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GC to cut ribbon on NAH facility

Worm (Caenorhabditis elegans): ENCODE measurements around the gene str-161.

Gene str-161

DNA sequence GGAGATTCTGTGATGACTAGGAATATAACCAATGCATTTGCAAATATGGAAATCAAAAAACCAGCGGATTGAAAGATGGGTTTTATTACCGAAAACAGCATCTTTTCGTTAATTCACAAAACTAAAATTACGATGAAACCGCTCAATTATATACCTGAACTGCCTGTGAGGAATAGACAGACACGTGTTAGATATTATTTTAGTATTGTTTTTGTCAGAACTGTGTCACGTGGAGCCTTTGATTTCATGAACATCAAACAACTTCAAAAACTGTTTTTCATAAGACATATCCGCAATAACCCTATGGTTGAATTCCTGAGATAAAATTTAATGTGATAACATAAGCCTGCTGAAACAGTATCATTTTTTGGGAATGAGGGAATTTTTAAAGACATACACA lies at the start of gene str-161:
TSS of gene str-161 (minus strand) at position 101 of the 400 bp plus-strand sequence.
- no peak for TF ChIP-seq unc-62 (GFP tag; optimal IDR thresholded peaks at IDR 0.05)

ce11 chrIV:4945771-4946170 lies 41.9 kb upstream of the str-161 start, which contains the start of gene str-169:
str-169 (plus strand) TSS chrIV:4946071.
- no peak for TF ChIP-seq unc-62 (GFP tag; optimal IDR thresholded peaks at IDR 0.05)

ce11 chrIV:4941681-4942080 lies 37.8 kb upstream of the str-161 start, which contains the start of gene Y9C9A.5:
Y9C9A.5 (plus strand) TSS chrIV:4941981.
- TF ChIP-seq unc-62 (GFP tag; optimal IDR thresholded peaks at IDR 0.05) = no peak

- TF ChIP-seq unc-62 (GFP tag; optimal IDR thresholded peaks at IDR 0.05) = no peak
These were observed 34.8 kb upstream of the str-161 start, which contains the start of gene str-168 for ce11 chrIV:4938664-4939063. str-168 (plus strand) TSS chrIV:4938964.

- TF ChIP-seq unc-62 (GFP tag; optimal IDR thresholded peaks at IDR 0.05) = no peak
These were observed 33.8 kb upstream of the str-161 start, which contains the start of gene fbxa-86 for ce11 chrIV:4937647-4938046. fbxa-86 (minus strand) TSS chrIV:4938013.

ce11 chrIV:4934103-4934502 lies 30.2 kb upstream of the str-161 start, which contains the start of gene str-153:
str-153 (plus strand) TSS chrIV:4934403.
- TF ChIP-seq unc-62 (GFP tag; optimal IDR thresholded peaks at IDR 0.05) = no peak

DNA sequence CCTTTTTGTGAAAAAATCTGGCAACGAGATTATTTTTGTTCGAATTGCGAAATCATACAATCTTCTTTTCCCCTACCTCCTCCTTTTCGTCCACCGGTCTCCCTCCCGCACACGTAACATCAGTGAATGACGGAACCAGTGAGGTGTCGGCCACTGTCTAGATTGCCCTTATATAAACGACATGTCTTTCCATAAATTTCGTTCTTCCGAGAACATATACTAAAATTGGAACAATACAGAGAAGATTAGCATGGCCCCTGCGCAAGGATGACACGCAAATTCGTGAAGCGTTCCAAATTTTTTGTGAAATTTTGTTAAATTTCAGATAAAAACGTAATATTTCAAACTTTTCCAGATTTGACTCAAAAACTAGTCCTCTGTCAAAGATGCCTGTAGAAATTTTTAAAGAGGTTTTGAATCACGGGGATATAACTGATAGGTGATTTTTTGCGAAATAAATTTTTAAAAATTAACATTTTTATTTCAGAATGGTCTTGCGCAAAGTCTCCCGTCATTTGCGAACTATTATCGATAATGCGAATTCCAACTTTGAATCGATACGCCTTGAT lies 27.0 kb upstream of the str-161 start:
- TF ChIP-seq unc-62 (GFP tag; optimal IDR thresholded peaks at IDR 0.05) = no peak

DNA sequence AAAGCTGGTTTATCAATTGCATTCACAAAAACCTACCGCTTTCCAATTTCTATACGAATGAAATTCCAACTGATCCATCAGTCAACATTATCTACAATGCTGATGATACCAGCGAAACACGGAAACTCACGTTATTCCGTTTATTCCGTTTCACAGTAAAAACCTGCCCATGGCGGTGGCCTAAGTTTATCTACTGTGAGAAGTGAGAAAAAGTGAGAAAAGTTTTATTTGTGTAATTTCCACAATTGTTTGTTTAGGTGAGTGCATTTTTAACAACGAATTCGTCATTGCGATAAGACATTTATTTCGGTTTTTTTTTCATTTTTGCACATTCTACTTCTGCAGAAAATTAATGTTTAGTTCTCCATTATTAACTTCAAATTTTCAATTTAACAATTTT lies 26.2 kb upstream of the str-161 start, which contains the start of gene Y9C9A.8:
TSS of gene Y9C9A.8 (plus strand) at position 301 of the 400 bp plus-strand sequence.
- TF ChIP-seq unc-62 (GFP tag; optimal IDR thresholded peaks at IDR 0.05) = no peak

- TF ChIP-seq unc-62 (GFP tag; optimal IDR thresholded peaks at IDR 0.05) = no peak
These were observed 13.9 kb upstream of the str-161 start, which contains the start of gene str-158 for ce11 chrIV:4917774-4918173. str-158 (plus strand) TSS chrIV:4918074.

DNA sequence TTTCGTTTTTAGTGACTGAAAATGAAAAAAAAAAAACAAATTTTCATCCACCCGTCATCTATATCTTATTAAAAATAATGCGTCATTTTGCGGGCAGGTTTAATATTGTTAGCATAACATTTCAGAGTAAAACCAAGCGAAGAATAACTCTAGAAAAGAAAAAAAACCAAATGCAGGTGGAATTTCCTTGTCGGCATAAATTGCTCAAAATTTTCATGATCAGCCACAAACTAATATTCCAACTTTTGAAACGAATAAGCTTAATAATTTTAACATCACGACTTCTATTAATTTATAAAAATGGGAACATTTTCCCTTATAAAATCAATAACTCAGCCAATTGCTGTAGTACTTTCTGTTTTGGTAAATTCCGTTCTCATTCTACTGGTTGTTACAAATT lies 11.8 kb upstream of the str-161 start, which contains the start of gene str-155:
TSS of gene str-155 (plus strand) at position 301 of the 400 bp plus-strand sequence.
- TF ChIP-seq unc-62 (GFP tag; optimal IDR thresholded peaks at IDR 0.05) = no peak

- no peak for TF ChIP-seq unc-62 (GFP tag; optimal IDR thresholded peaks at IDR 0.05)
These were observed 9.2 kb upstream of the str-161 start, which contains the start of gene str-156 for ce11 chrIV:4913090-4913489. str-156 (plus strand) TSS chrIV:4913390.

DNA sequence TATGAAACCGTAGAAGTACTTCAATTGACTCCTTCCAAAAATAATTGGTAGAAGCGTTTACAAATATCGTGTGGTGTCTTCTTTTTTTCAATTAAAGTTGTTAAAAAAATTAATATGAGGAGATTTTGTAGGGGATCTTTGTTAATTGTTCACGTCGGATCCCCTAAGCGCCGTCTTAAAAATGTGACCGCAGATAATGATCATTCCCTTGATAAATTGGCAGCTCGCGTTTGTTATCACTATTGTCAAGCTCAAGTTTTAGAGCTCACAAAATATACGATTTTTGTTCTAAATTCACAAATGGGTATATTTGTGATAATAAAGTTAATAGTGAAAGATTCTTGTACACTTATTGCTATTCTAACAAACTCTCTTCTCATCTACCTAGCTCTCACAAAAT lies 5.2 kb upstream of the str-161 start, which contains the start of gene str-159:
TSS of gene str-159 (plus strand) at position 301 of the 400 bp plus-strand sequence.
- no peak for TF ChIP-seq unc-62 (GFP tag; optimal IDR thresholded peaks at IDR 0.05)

A ribbon-cutting to celebrate the opening of the Nursing and Allied Health Building on the Gordon College campus will be held Friday, April 1 at 1 p.m. ’We welcome the public to attend this celebration and then tour this impressive, state-of-the-art building,’ said interim Gordon president Shelly Nickel. ‘It truly is the jewel of our beautiful campus. Most importantly, it’ll enhance the education, training and skills our nursing and allied health students receive during their academic experience.’ The nursing and allied health programs have been located in Smith Hall. The 1939 Smith building becomes home to the education program after renovation. At just over 59,000 square feet, the three-floor NAH building is designed to function much like a teaching hospital. The first floor contains two theatretype lecture halls. There are also two regular classrooms and a multi-function collaborative learning center. The main entrance to the building is from a plaza leading from the center of campus. The second floor was designed to simulate an actual hospital ward as closely as possible. There is a classroom on this floor as well as four named labs. Through a generous donation from Upson Regional Medical Center, the hospital was able to have two labs named after long-time board trustees. The William C. Byrd Pediatric Simulation Laboratory is named after the URMC trustee who served from 1987 to 2006. The lab is designed to simulate a pediatric ward. Here students will practice with realistic ‘simbabies’ that can be programmed to cry, move and react to stimuli. Down the hall is the George H. Hightower Sr. Adult Simulation Laboratory. The late Hightower served on the URMC board from 1987 to 2003. In this lab are realistic adult mannequins who respond much like live patients. Also on the second floor is the Pat Brown Practice Laboratory, named after Griffin resident Pat Brown who served as interim director of the Gordon College Nursing Program from 1985-93, again from 1999 to 2000 and from 2002-06 when she retired. The practice lab is where most of the teaching takes place. Brown was known for her nurturing approach to teaching and her famous mantra ‘Don’t forget to wash your hands!’ Nursing alumni and friends made this lab possible. The Aldora Check Off Laboratory was named after the town of Aldora due to a generous donation from the town’s leadership. Aldora has helped support the quality of life in Lamar County since the town was incorporated in 1906. In the check off lab the student practices critical skills fundamental to becoming a nurse, demonstrating what they have learned in a oneon- one controlled environment. The building’s third floor contains administrative offices, a classroom, computer lab and an anatomy and physiology lab. Gordon’s nursing program was started in 1973 when 50 students entered. Since then, more than 1,900 students have graduated from the program. ’We have nurses working all over the U.S.,’ said Joan Cranford, chair of the division of nursing and allied health. ‘Several have stayed right here as instructors.’

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